Craig Brown (satirist)
Life and career
Born in Wokingham, Berkshire, Brown was educated at Eton and Bristol University and then became a freelance journalist in London, contributing to The Tatler, The Spectator, The Times Literary Supplement, Literary Review, the Evening Standard (as a regular columnist), The Times (notably as parliamentary sketchwriter; these columns were compiled into a book called A Life Inside) and The Sunday Times (as TV and restaurant critic). He later continued his restaurant column in The Sunday Telegraph and has contributed a weekly book review to The Mail on Sunday.
He created the characters of Bel Littlejohn, an ultra-trendy New Labour type, in The Guardian, and Wallace Arnold, an extremely reactionary conservative, in The Independent on Sunday. In 2001, he took over Auberon Waugh's "Way of the World" in The Daily Telegraph following Waugh's death. He lost that column in December 2008. However, he is probably best known for his Diary in the fortnightly satirical magazine Private Eye, in which he adopts the persona of a celebrity or other public figure. His targets have included the Queen, Jackie Collins, Bill Clinton, Martin Amis, Harold Pinter (numerous times) and the publicist Max Clifford. A typical reference, characteristically combining viciousness and honesty, came in the purported entry for Mary Archer, married to convicted perjurer Jeffrey Archer: "I am the chairman of the Ethics Committee at Addenbrookes Hospital, and well used to coming down hard on those who lie incompetently." Another typical Eye Diary mocks Martin Amis's pretensions: "Why, pray, is it necessary to point out at this post-millennial juncture that Iosef Stalin is no mate of this 52-year-old novelist?"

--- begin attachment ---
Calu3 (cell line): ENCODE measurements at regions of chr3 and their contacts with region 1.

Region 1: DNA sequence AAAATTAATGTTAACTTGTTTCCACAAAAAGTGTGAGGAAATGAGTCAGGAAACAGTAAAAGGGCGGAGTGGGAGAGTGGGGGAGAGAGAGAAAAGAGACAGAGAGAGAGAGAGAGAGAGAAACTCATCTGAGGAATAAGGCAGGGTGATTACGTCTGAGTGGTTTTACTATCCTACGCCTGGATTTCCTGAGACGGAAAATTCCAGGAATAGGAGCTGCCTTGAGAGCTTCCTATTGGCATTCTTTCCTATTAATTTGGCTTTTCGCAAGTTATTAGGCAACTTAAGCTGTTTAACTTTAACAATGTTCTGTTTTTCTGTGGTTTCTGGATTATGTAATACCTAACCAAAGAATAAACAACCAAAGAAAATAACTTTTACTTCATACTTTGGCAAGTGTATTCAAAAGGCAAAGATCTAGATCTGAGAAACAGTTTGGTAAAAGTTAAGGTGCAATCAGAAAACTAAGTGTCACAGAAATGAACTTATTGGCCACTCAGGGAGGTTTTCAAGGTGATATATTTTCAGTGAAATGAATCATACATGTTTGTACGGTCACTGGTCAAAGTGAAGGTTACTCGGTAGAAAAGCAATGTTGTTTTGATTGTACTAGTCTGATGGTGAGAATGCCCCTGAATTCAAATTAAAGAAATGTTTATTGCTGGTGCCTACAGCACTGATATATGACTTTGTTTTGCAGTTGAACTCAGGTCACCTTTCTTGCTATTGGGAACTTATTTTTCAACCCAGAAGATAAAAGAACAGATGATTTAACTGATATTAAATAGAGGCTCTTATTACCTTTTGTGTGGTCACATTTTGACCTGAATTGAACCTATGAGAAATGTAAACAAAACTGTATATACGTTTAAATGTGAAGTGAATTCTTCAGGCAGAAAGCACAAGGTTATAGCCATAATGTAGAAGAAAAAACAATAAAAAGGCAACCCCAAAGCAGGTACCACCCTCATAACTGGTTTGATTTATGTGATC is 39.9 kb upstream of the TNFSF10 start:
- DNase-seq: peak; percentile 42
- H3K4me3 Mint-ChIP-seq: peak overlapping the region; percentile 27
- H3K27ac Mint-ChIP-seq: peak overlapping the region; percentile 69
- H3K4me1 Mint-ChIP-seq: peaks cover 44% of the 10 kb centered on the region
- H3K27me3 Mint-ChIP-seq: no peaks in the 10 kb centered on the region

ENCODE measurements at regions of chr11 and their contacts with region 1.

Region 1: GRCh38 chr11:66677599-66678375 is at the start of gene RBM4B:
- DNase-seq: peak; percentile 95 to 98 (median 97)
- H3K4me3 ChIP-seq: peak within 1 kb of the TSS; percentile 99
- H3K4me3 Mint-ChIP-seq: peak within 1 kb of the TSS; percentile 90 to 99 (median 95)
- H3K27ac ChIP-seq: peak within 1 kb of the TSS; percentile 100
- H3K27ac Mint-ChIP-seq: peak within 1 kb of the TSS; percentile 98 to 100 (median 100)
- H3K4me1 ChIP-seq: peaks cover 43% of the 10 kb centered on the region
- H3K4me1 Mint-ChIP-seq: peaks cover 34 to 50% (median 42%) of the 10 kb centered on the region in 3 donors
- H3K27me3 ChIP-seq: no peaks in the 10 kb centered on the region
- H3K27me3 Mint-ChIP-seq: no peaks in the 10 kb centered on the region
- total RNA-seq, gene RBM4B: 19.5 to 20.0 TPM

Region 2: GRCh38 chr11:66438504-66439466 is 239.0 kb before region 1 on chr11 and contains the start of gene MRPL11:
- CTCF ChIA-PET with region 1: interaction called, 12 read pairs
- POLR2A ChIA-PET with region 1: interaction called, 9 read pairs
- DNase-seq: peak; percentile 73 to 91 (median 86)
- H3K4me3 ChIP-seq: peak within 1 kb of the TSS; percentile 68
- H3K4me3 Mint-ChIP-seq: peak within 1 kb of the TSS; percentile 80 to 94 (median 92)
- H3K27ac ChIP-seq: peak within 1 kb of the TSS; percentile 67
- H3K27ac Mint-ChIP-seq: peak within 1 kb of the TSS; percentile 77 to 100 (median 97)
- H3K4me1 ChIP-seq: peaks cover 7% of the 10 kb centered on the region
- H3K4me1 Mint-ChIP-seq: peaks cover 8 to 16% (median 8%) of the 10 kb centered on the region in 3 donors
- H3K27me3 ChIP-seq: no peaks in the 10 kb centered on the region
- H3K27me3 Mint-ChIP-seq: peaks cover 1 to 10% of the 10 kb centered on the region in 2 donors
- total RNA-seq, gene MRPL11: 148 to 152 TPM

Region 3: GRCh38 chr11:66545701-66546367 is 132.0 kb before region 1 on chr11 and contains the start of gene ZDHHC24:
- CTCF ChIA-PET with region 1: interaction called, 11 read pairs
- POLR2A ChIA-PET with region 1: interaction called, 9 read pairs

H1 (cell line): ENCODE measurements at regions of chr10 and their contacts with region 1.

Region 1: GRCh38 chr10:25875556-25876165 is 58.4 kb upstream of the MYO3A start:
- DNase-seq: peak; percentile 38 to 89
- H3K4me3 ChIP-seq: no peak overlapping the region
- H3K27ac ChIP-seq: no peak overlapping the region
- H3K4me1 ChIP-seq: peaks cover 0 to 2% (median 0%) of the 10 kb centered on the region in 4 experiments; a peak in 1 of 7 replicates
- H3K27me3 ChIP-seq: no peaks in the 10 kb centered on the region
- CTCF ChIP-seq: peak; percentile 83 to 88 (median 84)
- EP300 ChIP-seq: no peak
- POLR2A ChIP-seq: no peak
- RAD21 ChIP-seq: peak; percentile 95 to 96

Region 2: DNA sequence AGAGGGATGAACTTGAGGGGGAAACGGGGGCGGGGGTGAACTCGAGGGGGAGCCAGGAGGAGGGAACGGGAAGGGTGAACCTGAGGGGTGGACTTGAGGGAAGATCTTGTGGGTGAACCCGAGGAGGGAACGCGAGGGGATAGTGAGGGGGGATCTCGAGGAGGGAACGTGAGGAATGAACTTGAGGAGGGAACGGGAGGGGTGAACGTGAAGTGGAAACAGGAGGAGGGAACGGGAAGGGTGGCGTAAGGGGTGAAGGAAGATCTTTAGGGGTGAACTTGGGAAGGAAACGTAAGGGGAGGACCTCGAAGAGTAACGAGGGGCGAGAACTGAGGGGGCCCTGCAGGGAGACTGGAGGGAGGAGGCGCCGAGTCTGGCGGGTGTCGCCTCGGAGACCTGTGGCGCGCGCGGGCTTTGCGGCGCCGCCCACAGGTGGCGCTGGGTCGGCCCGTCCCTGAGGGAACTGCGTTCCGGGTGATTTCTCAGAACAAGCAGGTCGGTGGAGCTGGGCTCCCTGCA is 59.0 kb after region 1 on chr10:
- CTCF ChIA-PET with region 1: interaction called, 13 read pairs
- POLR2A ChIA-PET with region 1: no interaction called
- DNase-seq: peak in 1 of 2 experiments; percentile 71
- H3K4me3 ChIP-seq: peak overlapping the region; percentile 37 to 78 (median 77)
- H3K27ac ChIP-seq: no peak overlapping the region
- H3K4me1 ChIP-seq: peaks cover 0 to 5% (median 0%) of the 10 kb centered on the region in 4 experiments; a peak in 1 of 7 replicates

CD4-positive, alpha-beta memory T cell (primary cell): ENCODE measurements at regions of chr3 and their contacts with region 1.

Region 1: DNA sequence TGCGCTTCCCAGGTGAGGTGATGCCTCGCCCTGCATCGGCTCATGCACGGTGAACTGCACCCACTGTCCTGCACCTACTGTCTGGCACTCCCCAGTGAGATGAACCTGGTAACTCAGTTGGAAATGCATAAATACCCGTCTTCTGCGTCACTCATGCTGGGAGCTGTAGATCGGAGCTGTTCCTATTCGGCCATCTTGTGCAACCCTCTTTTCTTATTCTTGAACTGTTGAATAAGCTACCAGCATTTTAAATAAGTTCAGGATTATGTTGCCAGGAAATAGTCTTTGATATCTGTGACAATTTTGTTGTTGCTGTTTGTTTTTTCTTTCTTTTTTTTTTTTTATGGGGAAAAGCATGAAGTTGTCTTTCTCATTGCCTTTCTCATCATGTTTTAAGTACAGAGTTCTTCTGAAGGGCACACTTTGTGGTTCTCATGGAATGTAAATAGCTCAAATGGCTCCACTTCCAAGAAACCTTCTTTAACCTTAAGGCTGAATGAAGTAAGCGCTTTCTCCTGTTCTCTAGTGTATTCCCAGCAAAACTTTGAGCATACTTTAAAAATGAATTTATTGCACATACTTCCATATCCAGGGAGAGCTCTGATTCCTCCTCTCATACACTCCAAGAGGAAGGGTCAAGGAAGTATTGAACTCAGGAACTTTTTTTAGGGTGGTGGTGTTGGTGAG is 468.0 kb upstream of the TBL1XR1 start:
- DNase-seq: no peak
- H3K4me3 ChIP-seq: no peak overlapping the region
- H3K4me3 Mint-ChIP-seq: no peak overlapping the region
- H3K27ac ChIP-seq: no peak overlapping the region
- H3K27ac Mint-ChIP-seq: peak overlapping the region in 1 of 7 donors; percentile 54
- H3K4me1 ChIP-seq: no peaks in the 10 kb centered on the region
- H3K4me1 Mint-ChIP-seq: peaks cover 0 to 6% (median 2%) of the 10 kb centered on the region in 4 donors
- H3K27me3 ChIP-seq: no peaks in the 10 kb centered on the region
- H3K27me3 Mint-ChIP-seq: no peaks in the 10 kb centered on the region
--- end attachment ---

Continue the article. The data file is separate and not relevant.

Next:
Brown also writes comedy shows such as Norman Ormal for TV (in which he appeared as a returning officer), and his radio show This Is Craig Brown was broadcast on BBC Radio 4 in 2004. It featured comics Rory Bremner and Harry Enfield and other media personalities. He has appeared on television as a critic on BBC2's Late Review as well as in documentaries such a Russell Davies's life of Ronald Searle.
His book 1966 and All That takes its title, and some other elements, from 1066 and All That, extending its history of Britain through to the beginning of the 21st century. A BBC Radio 4 adaptation followed in September 2006, in similar vein to This Is Craig Brown. The Tony Years is a comic overview of the years of Tony Blair's government, published in paperback by Ebury Press in June 2007.
- 1984 - The Marsh-Marlowe Letters: The Correspondence of Gerald Marsh and Sir Harvey Marlowe: Volume One, 1983, "edited" by Craig Brown (Heinemann, ISBN 0-434-08885-4)
- 1993 - Craig Brown's Greatest Hits (Century, ISBN 0-7126-5783-5)
- 1994 - The Hounding of John Thomas, a sequel to Lady Chatterley's Lover (Century, ISBN 0-7126-5778-9)
- 1998 - Hug Me While I Weep for I Weep for the World, by "Bel Littlejohn" (Little, Brown, ISBN 0-316-64716-0)
- 1998 - The Little Book of Chaos (Time Warner, ISBN 0-7515-2657-6)
- 1999 - The Great Mortdecai Moustache Mystery by Kyril Bonfiglioli, completed by Craig Brown (Black Spring Press, ISBN 0-948238-24-0)
- 2003 - This Is Craig Brown (Ebury Press, ISBN 0-09-188807-7)
- 2004 - Craig Brown's 'Imaginary Friends': The Collected Parodies 2000-2004 (Private Eye, ISBN 1-901784-37-1)
- 2005 - 1966 and All That (Hodder & Stoughton, ISBN 0-340-89711-2)
- 2006 - The Tony Years (Ebury Press, ISBN 0-09-190969-4, paperback ISBN 978-0-09-190970-3)
- 2010 - The Lost Diaries (Fourth Estate, ISBN 978-0-00-736060-4)
- Wokingham, me and a big day out with Spock http://www.dailymail.co.uk/debate/article-2211381/Wokingham-big-day-Spock.html
- Craig Brown (II)
- Florence and the Machine interview: sound and vision The Telegraph 4 June, 2009